My father was born in Chicago of Polish immigrants, and in some unbelievable sort of Polish joke, his mother went back to Poland with her youngest children for a visit just before World War I broke out. They lived near the border of Germany and Russia. Around the dinner table at our home, my father would tell us about the soldiers—the Prussian cavalry with their plumes, the Russians, and the Poles—three different armies.
He was five years old and thought the soldiers were all wonderful. Once, when one of them saw a dog chasing him, the soldier took my dad aside and made him a makeshift sword so he would not feel defenseless. To my father, the soldiers were all nice young guys. The town folks got to know them by name, and after the battles, they would ask about those who did not return.
Once, after a battle, my father wandered onto the battlefield. He said he was not afraid, only very sad. On his deathbed, I think those scenes must have haunted him. One of the last things that he said to me, I thought in delirium, was, “Tell the people to stop the fighting.”
World War I was supposed to be the war to end all wars, but now, nearly a century later, we are still fighting. Why is that? I would like to dedicate this reflection to my father—in case it wasn’t delirium.
Taking the War to Heart
Do we have a right to hate the terrorists, to hate the Islamic Jihad as our enemies? We profess to be a nation which embraces Christian values, the values of Jesus, who said that we should love our enemies and forgive them not seven times, but seven times seventy.
This may be a large leap, maybe too large a leap to make for some, but we could at least spend some time considering how we can get to that state of forgiveness from where we are right now.
There is a somewhat famous Iowa joke about someone asking directions from a farmer, who replied, “You can’t get there from here.” This is about where we are right now. It is time to start looking at the map and see what we can find out.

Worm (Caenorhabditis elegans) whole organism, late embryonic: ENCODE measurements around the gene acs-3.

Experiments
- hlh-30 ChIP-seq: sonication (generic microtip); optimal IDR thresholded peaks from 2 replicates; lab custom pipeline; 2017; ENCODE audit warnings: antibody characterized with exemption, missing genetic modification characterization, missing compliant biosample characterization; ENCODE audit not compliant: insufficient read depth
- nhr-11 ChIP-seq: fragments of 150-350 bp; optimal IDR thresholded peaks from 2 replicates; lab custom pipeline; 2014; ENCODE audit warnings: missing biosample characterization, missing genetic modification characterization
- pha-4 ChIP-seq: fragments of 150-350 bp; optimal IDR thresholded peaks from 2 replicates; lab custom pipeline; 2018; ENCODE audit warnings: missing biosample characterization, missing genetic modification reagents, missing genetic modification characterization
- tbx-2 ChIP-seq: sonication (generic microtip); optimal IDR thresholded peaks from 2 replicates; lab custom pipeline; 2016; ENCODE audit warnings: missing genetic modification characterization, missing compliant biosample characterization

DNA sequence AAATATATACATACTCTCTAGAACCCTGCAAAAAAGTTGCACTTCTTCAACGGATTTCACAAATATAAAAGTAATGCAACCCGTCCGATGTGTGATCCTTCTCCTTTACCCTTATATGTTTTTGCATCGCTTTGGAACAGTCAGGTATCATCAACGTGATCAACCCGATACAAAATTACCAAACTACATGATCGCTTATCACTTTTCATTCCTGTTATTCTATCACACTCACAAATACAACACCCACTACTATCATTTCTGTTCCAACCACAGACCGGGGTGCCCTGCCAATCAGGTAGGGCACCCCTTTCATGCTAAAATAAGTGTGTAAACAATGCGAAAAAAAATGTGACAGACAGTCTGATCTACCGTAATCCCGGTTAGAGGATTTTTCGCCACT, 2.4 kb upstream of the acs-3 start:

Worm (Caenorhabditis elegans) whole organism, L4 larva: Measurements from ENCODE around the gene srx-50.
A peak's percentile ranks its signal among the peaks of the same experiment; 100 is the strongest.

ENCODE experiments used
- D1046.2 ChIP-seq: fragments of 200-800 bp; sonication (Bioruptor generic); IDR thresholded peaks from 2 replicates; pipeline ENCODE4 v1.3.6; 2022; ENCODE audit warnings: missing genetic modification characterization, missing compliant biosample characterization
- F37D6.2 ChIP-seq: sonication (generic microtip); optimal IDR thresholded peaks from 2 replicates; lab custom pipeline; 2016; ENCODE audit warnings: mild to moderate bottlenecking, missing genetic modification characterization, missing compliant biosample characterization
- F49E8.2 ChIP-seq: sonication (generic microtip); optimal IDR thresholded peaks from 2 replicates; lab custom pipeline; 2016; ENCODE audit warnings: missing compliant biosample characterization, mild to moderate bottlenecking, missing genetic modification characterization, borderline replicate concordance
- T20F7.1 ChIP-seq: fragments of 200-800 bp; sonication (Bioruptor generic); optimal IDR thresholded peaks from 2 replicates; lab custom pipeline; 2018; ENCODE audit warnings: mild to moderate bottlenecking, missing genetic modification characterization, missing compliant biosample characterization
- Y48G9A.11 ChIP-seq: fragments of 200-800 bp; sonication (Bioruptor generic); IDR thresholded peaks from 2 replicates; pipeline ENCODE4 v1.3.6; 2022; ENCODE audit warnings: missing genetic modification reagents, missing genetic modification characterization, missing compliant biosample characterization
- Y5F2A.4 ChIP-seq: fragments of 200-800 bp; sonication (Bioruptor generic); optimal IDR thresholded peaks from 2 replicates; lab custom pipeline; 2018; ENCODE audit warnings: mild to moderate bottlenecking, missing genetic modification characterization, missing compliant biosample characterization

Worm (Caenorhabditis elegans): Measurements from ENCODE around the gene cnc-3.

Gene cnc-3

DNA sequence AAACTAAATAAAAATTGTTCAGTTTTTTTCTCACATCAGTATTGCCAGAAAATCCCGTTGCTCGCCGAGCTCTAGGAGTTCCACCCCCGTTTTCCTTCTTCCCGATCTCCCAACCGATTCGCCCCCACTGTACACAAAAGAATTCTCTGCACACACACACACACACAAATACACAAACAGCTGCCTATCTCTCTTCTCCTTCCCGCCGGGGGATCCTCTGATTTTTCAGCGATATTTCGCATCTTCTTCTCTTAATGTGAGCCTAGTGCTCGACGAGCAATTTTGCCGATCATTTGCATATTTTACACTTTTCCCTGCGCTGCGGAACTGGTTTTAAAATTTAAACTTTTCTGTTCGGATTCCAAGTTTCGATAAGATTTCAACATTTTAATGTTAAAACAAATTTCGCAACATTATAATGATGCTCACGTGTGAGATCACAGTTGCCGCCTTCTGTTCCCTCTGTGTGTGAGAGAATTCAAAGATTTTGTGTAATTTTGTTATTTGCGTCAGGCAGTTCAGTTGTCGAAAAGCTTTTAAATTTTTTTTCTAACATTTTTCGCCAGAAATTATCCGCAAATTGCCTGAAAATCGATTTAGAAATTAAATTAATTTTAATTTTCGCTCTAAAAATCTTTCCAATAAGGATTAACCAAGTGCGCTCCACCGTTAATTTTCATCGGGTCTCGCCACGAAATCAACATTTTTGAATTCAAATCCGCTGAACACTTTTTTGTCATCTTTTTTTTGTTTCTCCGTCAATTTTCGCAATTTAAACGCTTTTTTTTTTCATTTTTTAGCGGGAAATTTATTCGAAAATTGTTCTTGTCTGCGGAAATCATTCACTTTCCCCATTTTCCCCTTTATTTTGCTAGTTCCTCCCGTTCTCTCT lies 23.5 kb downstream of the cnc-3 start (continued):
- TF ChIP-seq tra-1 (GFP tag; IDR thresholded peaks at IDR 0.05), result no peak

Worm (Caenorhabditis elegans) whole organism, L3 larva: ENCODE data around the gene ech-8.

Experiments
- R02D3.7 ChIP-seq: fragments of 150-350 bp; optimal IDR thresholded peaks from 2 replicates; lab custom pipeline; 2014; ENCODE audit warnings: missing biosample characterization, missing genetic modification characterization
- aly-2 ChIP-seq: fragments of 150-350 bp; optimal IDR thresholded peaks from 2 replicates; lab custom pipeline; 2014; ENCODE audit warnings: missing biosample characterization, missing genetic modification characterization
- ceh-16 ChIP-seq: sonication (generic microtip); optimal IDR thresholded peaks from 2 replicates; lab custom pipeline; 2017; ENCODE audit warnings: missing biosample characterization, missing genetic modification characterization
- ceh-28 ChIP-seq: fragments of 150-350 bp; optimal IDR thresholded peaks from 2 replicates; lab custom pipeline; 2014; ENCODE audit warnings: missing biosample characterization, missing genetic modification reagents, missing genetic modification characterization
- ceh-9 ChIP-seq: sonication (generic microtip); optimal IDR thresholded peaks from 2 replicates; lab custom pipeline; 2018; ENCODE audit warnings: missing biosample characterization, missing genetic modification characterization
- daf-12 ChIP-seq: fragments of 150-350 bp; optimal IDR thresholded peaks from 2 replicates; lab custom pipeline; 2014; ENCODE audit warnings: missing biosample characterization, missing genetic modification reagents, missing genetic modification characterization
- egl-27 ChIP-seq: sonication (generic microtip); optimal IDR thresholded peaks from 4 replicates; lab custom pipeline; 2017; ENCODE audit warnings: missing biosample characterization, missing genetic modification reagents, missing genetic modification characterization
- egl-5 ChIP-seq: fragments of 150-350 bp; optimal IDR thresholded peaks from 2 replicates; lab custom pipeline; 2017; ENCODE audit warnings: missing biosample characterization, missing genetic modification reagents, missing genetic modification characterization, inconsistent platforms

I tried this the other day, looking at a map of Iraq, turning it over and over, trying to understand what is happening there. I discovered that the shape of Iraq is really the shape of the human heart.
We have been treating the war as a large, complicated, expensive, and virtually insoluble problem, as a kind of chronic disease we must expect to live with, possibly for the rest of our lives. But what if the war is not the disease, but a symptom?
Iraq seems to be the place where there is a convergence of war and the human heart. The heart is the organ of love, it is meant for love. Yet our hearts are often gripped with fear. Most of us have walked around with fear of one kind or another for all of our lives, without knowing it. But now, we know it. The events of 9/11 have made us aware that we fear. The only thing that will ever remove fear is love.
We are made by, for, and of love. When the war inside ends in love, then the war outside will have served its purpose. It will end in a win-win situation for the human race.
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